Live 1969. This is an antiestablishment song of defiance and blue-collar pride, both anti-Washington and against the Vietnam War. John Fogerty and Doug Clifford both enlisted in the Army Reserves in 1966 (to avoid being drafted and shipped to Vietnam) and were discharged in 1968 after serving their military commitments. "The song speaks more to the unfairness of class than war itself," Fogerty said. "It's the old saying about rich men making war and poor men having to fight them."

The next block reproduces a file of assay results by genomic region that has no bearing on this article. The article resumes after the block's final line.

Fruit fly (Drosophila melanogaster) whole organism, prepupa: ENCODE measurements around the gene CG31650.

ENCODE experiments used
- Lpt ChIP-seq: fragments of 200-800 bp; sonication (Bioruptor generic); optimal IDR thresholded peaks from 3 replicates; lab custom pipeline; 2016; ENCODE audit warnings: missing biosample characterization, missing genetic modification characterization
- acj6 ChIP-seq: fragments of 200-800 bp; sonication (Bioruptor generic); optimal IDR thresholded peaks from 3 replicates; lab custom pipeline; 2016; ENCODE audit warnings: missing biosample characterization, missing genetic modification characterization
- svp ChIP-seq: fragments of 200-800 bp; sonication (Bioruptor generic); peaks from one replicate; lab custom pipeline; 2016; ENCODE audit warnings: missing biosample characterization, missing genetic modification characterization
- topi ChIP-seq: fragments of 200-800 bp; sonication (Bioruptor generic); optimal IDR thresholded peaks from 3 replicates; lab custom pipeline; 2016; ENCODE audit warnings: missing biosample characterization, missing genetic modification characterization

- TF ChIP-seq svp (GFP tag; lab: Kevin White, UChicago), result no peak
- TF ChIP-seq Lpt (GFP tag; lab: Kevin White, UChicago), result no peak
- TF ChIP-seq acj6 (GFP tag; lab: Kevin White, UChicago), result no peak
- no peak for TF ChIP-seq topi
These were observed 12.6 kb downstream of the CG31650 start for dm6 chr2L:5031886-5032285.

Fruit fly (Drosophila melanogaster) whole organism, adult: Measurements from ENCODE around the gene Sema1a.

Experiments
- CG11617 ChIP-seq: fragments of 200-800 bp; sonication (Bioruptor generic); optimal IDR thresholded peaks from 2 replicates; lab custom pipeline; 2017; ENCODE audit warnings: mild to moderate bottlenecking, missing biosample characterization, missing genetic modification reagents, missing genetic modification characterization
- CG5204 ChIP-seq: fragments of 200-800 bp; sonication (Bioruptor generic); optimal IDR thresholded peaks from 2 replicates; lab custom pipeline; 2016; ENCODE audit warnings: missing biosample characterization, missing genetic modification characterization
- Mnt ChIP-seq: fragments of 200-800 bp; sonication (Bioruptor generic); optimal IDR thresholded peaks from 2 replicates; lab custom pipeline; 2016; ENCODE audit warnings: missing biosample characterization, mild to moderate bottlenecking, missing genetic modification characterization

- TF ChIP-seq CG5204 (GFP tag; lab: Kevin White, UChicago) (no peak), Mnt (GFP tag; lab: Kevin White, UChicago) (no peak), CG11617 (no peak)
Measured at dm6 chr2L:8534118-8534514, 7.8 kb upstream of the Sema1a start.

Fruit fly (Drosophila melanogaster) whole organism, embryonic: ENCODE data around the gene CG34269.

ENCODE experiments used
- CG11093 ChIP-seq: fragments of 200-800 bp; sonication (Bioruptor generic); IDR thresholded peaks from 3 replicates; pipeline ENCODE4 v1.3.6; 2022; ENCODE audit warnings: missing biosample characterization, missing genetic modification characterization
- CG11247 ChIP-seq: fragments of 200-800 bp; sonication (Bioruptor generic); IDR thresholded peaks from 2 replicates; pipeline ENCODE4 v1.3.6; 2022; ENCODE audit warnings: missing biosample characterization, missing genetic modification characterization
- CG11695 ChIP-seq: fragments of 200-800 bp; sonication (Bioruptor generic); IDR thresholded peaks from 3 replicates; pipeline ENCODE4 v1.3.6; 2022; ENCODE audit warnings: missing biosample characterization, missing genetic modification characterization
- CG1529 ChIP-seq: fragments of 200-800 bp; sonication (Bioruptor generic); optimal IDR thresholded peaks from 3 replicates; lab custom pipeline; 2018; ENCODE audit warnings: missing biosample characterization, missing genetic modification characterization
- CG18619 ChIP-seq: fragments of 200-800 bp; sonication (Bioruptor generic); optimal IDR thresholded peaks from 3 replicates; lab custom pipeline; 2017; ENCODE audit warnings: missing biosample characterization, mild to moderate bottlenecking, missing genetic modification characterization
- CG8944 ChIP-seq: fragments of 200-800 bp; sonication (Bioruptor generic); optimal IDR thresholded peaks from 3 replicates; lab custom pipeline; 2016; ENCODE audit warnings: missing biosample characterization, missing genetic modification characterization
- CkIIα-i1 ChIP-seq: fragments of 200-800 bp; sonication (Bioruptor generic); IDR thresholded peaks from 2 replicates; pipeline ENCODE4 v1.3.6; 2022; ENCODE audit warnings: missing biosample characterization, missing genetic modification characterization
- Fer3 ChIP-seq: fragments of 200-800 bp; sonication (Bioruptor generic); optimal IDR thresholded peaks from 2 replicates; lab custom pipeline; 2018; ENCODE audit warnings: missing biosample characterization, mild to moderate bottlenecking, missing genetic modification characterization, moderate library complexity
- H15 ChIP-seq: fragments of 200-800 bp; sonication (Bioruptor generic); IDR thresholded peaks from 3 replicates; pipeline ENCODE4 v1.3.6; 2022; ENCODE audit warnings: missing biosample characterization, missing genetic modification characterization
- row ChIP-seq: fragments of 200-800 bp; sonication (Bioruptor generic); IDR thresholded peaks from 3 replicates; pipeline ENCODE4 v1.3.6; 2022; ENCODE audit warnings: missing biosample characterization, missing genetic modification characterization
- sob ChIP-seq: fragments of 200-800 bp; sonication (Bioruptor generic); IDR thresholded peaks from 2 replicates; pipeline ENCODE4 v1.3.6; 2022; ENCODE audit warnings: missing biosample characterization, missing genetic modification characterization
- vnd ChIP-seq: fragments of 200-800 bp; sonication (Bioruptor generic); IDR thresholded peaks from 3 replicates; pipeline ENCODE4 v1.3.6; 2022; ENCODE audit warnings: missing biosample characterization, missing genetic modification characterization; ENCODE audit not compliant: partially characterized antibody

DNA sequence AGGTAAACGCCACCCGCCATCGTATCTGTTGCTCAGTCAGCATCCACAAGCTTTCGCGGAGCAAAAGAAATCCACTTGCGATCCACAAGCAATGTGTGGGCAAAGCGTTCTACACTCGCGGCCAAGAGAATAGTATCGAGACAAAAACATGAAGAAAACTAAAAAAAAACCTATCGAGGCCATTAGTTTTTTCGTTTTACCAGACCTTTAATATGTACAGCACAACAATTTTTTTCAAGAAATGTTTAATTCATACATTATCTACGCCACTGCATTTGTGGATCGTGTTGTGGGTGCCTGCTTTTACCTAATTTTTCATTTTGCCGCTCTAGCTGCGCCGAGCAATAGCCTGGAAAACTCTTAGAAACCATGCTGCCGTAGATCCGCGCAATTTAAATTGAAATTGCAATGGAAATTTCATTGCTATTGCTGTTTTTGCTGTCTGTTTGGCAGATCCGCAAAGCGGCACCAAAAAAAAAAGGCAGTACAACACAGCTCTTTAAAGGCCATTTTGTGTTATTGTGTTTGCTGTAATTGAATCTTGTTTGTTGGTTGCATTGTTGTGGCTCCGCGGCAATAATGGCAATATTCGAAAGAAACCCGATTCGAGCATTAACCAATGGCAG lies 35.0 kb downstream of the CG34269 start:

This is one of three political songs on the Willy And The Poorboys album. The others were "It Came From the Sky" and "Don't Look Now (It Ain't You or Me)."
Richard Nixon was president of the US when group leader John Fogerty wrote this song. Fogerty was not a fan of Nixon and felt that people close to the president were receiving preferential treatment.
This song spoke out against the war in Vietnam, but was supportive of the soldiers fighting there. Like many CCR fans, most of the soldiers came from the working class, and were there because they didn't have connections who could get them out. The song is sung from the perspective of one of these men, who ends up fighting because he is not a "Senator's son."